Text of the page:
This story was published in the November issue of InMaricopa News.

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The Maricopa High School Rams football team lost a nail biter to the Bradshaw Mountain High School Bears on a last-second touchdown, but the scene turned ugly after a brawl broke out between the two teams after the final whistle.

The night started on a high note with each of the 12 seniors being honored before the game. As the game progressed, controversial refereeing frustrated the players, coaching staff and fans. By the time the final whistle blew, tensions were at a boiling point and a fight broke out near the north end zone.

The situation became increasingly dangerous as fans jumped the fence to get involved, but coaches and administrators were able to separate the players and escort each team to the locker room.

Parents and administrators were concerned for their safety after the game and could be heard yelling “This is a disgrace to this community.” However, the Maricopa fans were separated into the parking lot, and Bradshaw Mountain was able to leave without any injury or further incident.

“That’s the first time I have ever seen anything like that,” MHS football head coach Chris McDonald said as he escorted his team to the locker room.

The incident took away from what was otherwise a great football game.

The game started with the Maricopa defense forcing Bradshaw Mountain to punt, and the Rams marching down the field for a touchdown.

However, the Bears responded immediately with a touchdown of their own, and the tone was set. It was a battle to the finish.

After trading touchdowns, the Rams turned the ball over just before the half and went to the locker rooms trailing 21-14.

The third quarter was a defensive battle, but senior running back Jalen Lee found running room and broke the game open for Maricopa. By the beginning of the fourth quarter, the Rams held a 28-21 lead.

With just 1:30 remaining in the game, Bradshaw Mountain marched down the field and scored a touchdown. The Bears converted a two-point conversion to take a 29-28 lead.

With hope dwindling, the Rams had one more chance.

After a few short passes, senior quarterback Aaron Owens connected with senior all-purpose player Isaiah Pedro for a 42-yard touchdown. The score gave the Rams a 34-29 lead with just 26 seconds left.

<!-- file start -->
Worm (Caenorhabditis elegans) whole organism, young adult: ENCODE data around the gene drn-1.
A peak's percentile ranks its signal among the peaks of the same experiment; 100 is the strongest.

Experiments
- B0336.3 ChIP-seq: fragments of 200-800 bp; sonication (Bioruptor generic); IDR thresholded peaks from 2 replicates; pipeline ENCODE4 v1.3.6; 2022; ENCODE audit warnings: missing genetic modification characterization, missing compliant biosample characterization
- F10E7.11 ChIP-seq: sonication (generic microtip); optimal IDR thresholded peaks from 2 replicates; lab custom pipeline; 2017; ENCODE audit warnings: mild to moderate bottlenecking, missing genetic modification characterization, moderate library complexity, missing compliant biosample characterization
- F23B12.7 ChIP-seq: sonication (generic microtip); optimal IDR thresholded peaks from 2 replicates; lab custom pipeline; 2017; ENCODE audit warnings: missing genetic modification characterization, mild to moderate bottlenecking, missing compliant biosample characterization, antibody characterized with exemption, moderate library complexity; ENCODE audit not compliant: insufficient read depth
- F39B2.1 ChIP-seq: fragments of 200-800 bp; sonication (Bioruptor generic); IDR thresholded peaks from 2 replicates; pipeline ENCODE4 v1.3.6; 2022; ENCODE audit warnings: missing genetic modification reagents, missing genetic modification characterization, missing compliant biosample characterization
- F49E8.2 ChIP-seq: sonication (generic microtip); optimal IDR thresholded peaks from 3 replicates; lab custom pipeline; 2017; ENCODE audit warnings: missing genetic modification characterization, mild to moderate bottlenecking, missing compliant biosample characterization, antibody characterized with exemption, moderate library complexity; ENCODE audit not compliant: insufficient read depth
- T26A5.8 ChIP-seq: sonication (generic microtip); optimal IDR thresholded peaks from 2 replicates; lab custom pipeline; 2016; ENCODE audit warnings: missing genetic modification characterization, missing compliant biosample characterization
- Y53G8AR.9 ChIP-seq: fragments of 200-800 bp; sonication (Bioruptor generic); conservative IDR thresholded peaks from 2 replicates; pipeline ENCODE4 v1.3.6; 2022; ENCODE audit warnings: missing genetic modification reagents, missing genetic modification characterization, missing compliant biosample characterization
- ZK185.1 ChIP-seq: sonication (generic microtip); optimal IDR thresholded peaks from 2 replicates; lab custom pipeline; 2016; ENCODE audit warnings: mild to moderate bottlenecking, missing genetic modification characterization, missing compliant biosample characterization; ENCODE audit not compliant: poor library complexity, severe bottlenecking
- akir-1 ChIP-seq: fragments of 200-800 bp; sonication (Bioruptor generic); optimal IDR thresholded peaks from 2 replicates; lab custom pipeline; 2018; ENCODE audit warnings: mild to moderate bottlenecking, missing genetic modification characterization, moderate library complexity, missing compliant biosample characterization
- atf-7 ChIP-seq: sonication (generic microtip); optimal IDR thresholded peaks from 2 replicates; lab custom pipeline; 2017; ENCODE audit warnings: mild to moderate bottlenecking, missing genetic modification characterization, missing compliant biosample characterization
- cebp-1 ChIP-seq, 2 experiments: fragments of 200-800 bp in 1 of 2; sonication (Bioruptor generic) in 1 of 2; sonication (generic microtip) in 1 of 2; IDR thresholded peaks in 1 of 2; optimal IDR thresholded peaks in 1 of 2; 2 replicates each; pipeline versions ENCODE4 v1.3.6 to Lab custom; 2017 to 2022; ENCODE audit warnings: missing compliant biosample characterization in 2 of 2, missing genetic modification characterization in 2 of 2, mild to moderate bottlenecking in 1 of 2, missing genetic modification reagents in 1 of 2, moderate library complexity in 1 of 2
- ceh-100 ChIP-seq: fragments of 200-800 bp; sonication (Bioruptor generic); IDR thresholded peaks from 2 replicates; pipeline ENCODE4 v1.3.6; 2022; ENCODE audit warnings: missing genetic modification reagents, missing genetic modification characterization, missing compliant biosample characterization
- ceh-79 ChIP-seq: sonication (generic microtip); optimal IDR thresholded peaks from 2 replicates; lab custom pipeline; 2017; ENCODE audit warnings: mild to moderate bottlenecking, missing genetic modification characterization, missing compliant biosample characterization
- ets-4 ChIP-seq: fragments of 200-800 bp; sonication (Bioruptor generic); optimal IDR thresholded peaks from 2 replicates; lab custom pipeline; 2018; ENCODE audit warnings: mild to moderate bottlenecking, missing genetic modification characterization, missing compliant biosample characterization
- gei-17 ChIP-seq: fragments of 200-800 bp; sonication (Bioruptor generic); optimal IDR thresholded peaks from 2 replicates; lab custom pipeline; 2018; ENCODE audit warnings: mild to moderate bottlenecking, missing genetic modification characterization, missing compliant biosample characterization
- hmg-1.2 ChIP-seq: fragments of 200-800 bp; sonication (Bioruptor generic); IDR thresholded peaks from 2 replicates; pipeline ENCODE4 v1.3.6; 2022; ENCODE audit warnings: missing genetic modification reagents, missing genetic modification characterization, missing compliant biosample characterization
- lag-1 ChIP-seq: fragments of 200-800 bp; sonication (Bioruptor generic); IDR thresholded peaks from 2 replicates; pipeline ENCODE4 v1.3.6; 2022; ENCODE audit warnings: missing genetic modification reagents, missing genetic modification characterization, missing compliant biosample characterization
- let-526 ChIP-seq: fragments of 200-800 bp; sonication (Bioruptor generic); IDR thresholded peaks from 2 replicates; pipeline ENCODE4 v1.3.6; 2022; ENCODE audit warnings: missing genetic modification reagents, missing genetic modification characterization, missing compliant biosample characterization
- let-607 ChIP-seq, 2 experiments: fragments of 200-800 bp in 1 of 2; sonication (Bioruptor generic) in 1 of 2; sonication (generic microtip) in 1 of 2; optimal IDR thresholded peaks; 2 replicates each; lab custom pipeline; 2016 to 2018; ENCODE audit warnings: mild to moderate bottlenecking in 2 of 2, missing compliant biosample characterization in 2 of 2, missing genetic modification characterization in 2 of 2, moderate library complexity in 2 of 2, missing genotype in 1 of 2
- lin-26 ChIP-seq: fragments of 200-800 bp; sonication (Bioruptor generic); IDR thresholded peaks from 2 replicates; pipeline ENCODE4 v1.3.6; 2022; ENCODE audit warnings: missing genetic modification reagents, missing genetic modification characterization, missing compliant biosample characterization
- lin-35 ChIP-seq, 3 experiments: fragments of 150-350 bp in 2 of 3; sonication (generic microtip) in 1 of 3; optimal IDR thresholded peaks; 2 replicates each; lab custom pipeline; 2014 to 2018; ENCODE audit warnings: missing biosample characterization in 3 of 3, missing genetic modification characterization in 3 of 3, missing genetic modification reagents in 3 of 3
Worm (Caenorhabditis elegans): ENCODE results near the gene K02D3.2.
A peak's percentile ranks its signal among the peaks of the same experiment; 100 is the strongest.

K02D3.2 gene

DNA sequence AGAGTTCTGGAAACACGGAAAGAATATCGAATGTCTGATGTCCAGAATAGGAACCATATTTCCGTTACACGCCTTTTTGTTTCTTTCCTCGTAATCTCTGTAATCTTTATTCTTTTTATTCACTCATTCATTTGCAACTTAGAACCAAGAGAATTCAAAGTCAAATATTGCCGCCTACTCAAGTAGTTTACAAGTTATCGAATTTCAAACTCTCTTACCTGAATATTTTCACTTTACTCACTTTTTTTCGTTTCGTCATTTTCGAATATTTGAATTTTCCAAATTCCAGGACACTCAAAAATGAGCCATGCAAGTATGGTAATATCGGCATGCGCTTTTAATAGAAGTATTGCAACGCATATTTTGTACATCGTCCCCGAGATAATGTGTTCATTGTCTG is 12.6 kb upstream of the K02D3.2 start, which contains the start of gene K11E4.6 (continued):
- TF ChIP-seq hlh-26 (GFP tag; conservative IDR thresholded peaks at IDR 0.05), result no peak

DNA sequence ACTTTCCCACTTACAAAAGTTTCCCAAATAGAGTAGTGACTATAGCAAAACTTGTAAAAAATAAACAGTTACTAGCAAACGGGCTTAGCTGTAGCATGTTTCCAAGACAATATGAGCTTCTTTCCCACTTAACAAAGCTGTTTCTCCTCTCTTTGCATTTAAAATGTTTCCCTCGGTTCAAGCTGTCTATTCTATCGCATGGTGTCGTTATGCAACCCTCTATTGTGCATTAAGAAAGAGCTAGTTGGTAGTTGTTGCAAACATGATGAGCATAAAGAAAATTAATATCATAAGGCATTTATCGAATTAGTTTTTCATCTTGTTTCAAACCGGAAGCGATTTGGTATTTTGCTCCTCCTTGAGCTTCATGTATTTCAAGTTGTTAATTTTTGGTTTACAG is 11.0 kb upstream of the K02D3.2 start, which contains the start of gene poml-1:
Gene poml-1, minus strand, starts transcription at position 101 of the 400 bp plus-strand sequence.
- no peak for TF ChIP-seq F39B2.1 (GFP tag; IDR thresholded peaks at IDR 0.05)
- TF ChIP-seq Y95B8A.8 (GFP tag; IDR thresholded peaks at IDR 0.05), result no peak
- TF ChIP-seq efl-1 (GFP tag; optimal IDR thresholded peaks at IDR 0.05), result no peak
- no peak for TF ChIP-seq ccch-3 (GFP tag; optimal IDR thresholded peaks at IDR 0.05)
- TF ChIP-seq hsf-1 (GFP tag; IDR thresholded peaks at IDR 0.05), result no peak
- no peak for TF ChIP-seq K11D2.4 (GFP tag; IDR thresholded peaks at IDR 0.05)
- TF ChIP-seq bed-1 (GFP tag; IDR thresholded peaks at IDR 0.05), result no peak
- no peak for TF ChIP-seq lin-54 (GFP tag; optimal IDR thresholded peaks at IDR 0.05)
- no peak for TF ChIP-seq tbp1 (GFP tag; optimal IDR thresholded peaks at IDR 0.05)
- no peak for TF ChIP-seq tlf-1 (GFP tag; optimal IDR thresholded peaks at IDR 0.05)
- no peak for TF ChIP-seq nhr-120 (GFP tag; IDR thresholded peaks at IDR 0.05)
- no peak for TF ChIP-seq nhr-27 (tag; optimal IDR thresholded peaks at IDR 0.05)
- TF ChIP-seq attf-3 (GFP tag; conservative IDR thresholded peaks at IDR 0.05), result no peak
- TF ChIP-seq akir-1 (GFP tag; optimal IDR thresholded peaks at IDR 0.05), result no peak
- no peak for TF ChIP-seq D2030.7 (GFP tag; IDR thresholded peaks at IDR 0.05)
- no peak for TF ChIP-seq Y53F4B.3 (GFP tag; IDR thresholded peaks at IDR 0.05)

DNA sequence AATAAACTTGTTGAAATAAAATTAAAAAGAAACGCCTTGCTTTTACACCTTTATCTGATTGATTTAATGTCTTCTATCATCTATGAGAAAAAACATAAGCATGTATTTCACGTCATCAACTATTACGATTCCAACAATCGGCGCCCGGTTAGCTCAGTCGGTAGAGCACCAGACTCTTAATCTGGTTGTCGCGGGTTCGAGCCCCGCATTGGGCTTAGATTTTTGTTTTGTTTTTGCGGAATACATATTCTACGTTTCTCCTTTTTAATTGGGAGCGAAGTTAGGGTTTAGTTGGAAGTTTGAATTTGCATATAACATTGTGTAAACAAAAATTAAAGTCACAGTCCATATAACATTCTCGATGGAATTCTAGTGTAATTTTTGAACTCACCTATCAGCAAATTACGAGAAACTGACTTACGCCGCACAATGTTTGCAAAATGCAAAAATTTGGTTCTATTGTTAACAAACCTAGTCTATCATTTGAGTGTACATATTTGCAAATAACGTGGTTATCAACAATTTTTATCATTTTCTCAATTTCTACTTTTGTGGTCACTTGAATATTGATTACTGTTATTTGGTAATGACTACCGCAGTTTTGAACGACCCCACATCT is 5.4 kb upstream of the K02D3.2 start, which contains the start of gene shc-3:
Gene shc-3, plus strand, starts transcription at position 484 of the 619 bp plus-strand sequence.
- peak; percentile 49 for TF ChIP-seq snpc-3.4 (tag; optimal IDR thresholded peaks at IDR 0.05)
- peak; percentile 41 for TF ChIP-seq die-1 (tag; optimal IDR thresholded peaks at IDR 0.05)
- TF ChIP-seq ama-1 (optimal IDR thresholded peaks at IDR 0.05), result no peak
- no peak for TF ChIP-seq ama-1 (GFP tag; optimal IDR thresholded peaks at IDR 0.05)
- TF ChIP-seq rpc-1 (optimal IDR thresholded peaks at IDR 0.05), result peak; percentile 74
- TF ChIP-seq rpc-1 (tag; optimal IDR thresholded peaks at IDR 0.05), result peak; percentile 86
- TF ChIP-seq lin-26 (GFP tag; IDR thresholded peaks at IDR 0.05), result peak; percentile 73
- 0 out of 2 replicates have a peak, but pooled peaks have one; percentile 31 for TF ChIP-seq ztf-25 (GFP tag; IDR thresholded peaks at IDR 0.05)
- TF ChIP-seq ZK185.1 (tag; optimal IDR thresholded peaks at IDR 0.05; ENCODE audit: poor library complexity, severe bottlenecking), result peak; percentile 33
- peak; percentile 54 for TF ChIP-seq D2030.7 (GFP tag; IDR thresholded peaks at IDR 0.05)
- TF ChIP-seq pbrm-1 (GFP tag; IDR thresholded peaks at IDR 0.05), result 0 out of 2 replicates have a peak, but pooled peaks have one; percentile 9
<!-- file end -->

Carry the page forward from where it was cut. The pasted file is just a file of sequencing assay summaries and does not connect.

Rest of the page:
“They have a great quarterback, and there’s still a lot of time for him,” Maricopa Unified School District Athletic Director Mark Cisterna said after the Rams’ touchdown.

However, the Rams gave Bradshaw Mountain great field position after kicking the ball out of bounds. Maricopa compounded the problem by getting a “sideline warning” that moved the Bears 15 yards closer.

With 5.8 seconds left, Bradshaw Mountain’s junior quarterback Gunner Bundrick heaved a pass into the back corner and connected with junior wide receiver Ryan Shaver for a touchdown. The score and ensuing two-point conversion gave the Bears a 37-34 victory.

For the Rams, the loss likely costs them a chance to go to the playoffs. There is still a chance they could stay in the top 16 when the Arizona Interscholastic Association Power Rankings and playoff seeding is released tomorrow. However, their chances are very slim after a third loss in their last four games.

For Bradshaw Mountain, the win likely clinches a spot in the playoffs for the Bears. Bradshaw Mountain entered Friday’s contest ranked 16th in the Power Rankings. After upsetting the 13th ranked Rams, it would be hard to imagine the Power Rankings keeping Bradshaw Mountain out.

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Aaron Owens and the Rams are coming off a tough loss to Vista Grande. Photo by William Lange

After losing their final section game last week, the Maricopa High School Rams football team is in a must-win situation in their playoff hopes against the Bradshaw Mountain High School (Prescott Valley) Bears Friday night.

The Rams [7-2 (4-2)] are hoping to clinch a spot in the Arizona Interscholastic Association Division III State Football Playoffs for the first time since 2012. The Rams, who previously ranked as high as third in the AIA Power Rankings during their 6-0 start to the season, dropped to number 13 in this week’s rankings after their loss to Vista Grande High School last Friday.